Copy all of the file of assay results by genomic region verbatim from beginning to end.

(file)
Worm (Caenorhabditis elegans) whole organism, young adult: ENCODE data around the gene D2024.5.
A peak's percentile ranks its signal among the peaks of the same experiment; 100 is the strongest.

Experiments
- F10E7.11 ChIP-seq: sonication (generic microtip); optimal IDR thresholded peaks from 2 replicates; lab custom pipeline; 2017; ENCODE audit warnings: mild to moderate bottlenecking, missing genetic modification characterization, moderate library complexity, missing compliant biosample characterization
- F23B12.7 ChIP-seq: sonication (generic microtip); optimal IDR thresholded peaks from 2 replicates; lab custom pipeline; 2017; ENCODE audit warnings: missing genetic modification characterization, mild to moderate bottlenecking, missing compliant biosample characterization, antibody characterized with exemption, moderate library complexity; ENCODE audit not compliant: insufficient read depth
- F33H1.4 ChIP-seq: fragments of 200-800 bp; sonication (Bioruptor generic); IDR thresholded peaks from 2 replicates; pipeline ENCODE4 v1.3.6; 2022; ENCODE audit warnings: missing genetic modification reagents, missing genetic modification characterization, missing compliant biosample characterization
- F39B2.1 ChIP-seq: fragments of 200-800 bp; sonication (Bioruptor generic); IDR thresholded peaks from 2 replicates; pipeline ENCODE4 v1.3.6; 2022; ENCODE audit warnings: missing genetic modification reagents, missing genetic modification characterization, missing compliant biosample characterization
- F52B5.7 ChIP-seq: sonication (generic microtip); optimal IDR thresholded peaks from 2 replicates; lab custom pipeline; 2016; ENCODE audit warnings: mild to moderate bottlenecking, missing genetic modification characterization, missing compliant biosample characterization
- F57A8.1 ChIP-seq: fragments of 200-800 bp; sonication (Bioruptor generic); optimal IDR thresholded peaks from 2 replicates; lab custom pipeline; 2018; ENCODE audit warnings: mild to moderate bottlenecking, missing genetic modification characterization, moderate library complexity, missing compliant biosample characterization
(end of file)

Worm (Caenorhabditis elegans) whole organism, young adult: ENCODE data around the gene D2024.5.
A peak's percentile ranks its signal among the peaks of the same experiment; 100 is the strongest.

Experiments
- F10E7.11 ChIP-seq: sonication (generic microtip); optimal IDR thresholded peaks from 2 replicates; lab custom pipeline; 2017; ENCODE audit warnings: mild to moderate bottlenecking, missing genetic modification characterization, moderate library complexity, missing compliant biosample characterization
- F23B12.7 ChIP-seq: sonication (generic microtip); optimal IDR thresholded peaks from 2 replicates; lab custom pipeline; 2017; ENCODE audit warnings: missing genetic modification characterization, mild to moderate bottlenecking, missing compliant biosample characterization, antibody characterized with exemption, moderate library complexity; ENCODE audit not compliant: insufficient read depth
- F33H1.4 ChIP-seq: fragments of 200-800 bp; sonication (Bioruptor generic); IDR thresholded peaks from 2 replicates; pipeline ENCODE4 v1.3.6; 2022; ENCODE audit warnings: missing genetic modification reagents, missing genetic modification characterization, missing compliant biosample characterization
- F39B2.1 ChIP-seq: fragments of 200-800 bp; sonication (Bioruptor generic); IDR thresholded peaks from 2 replicates; pipeline ENCODE4 v1.3.6; 2022; ENCODE audit warnings: missing genetic modification reagents, missing genetic modification characterization, missing compliant biosample characterization
- F52B5.7 ChIP-seq: sonication (generic microtip); optimal IDR thresholded peaks from 2 replicates; lab custom pipeline; 2016; ENCODE audit warnings: mild to moderate bottlenecking, missing genetic modification characterization, missing compliant biosample characterization
- F57A8.1 ChIP-seq: fragments of 200-800 bp; sonication (Bioruptor generic); optimal IDR thresholded peaks from 2 replicates; lab custom pipeline; 2018; ENCODE audit warnings: mild to moderate bottlenecking, missing genetic modification characterization, moderate library complexity, missing compliant biosample characterization